The Tail is Almost Always On The Right: The Louvre Pt. 1

So before we get started on yesterday’s trip to the Lourve, I took myself out to dinner for the first time the night before.img_0347 I went to a restaurant called Le Bô Zinc. It popped up on my search as a place with great prices and great food, and it was open late. After a nap to beat down the jet lag, I put my jacket on and headed out.img_0350

It was the first time I had to use the phrase, a table for one.

I got some chicken and mashed potatoes. I apologize, I started eating it before I thought to take a photo!

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It was great, while eating and drinking Pinot Noir, I found someone else who agreed. img_0352

Everytime I blew on my chicken, he would perk up and walk over from the table next to me where two older men were having a very animated conversation. He was mostly chill throughout, but whenever a nearby table got food, he’d sit up and give you those eyes. I took no pity on him. His owner was giving him ice cream.img_0353

I got creme brulee for dessert. Also, more wine.img_0354

And I loved every minute of it.img_0355

So the next morning, I set out to see the Louvre. I know it’s a huuuuuge place and I won’t be able to see it all, but I planned on chipping away at it anyway.img_0372 img_0373

I decide to put on a dress today and these lil’ wedges. I’m cute and all that. img_0374 img_0380 img_0381

After making some revisions to my paper, by the time I’m finished, it’s time for lunch, so I get up and go to La Librarie, a library themed restaurant. They bring you the menu on a giant painting frame with the day’s options on it.
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I get soup and a pork option. It was difficult, nobody spoke English, and I’m slowly starting to appreciate how proficient I was in Portuguese when I went to Brazil. The few words and phrases I know did come in handy.

Waitress: “This is a poisson option.”
Me: “Oui, oui…”
My brain: Non, poisson is fish! You don’t like fish!”
Me: “Non! Je vendrais… porc.”

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I took some time to write in my diary, Skype my mom, and map out today’s route.
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L’addition, the bill, came in a lil’ book.img_0388 img_0389

So into the metro I go to immediately get lost.img_0390 img_0391 img_0392 img_0393

How ornate for a metro stop? img_0394

Then finally, the Louvre.
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Who’s throwing pennies in the exhibits???

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Okay, *takes a deep breath*, from the get-go, I knew I wanted to go to the Egyptian exhibit first. Egypt has always captured my imagination in a way that most other ancient cultures have not (Castles? Schmastles!). So I bought my ticket and headed straight to Egypt and was immediately overwhelmed.img_0407 img_0408 img_0409 img_0410

It was at this point that I really started to lose it.

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Once I got to this room I started crying.

There’s a lot going on in my head at this point, so lemme just give you a flood of poorly taken photos that were taken as my hands were shaking and I kept fighting off sobs.img_0440img_0441img_0442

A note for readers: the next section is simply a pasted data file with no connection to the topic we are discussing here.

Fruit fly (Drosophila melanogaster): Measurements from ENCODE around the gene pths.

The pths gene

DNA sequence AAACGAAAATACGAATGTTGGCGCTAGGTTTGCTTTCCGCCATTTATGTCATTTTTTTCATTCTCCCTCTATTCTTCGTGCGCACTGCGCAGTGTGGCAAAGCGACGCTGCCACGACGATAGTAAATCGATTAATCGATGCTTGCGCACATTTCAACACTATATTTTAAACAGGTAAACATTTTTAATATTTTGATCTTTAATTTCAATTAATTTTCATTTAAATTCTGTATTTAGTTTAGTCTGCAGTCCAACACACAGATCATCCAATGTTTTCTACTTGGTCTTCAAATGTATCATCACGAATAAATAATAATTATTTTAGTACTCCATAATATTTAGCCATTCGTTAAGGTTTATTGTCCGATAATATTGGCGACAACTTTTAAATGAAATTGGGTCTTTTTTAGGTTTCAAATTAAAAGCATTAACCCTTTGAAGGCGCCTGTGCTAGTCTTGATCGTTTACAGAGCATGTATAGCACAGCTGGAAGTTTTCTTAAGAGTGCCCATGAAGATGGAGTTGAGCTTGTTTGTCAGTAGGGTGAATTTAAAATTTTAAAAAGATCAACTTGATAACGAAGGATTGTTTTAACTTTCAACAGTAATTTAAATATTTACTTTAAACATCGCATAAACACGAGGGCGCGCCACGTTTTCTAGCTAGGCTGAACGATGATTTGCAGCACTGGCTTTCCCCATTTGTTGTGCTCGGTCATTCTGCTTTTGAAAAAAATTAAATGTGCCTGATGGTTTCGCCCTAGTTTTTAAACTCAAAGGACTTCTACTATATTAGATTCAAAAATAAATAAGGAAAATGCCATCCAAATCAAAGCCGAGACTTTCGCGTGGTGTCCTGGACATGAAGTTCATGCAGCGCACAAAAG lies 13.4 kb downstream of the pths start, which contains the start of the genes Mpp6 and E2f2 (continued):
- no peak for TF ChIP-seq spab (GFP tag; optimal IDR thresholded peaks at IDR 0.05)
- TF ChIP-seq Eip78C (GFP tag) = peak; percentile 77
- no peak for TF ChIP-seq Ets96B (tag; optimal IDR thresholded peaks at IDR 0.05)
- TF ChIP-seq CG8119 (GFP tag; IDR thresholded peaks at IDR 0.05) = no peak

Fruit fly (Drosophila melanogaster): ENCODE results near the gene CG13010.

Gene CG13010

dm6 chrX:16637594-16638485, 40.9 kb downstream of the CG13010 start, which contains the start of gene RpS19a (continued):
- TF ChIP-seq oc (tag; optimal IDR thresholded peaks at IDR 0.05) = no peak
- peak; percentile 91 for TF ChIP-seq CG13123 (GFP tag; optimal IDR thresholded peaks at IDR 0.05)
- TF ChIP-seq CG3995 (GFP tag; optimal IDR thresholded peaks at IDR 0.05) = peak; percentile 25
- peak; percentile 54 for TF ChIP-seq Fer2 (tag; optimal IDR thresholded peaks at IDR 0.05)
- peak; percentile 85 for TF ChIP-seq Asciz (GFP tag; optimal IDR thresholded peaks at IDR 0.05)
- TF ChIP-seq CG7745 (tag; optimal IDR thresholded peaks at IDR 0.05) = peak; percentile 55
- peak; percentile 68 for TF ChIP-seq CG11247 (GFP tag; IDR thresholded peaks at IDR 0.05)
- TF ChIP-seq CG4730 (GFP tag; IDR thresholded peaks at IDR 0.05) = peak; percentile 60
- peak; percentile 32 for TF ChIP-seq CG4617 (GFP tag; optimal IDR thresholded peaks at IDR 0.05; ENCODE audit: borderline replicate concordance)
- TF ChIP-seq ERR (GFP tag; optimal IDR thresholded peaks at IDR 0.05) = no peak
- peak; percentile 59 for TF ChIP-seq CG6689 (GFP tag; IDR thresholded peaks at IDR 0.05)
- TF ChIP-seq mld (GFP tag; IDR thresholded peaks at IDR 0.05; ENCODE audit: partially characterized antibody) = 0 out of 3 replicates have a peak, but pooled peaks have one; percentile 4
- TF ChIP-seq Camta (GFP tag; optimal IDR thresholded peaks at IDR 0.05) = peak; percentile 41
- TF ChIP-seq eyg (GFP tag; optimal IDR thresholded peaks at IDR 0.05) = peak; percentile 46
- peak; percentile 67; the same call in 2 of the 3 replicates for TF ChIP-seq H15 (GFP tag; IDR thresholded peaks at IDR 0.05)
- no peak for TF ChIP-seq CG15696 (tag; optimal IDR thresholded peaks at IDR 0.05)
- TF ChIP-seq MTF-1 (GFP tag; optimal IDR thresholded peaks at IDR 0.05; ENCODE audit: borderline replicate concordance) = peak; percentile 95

These feet are taller than me.
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Maybe four or five of me are as tall as those pillars.
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She’s just sitting there, all old and important and ancient. SOMEBODY MADE THAT!img_0449img_0450

This is a written language!
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You. Can. Still. See. The. Paint.img_0456img_0457img_0458img_0461img_0462img_0463img_0464img_0465img_0466img_0470img_0471

One of my favorites. The exhibit was put in chronological order, and at this point, we’re getting closer and closer to a more recent part in Ancient Egyptian history. The proportions and iconography of this bust are so unique, not all of it is fully understood yet. I CAN’T DEAL.img_0472img_0473img_0474img_0476img_0477img_0478img_0479img_0480

Might I add that, being the Louvre, the entirety of the exhibit is in French. So what I know about the few item descriptions I read, comes from the info cards around the exhibit (I read them in Spanish, Portuguese, and English, whichever was available, and I’m so grateful that I have that skill. I’ve never appreciated it more, really!), and what words I could make out in French.
img_0481img_0482So at this point in the exhibit, I’m an absolute wreck. I’m trying to at once come to terms with the fact that these artifacts exist today,
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trying to come to terms that they also existed 5,000 years ago,img_0422 img_0430 img_0431 img_0432 img_0433 img_0434

And extremely grateful that despite how controversial museums like this are, everything is here for me to see and understand. I can’t fathom how lucky I am, I CAN’T DO IT!

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But I’m also completely flabbergasted that it was my work that got me here.

I applied for this opportunity and was awarded it. I interviewed and submitted essays.

People believed in me enough to support that. And now I’m here.

I’m freaking here.

I still can’t comprehend it.


Whew, just typing about this started to get overwhelming. Also, my blog can’t handle this many photos at once, nor could it handle the upload of them to the site. I’m gonna let you be for now and whip up another part to this entry.

À bientôt! See you later!

Kristina

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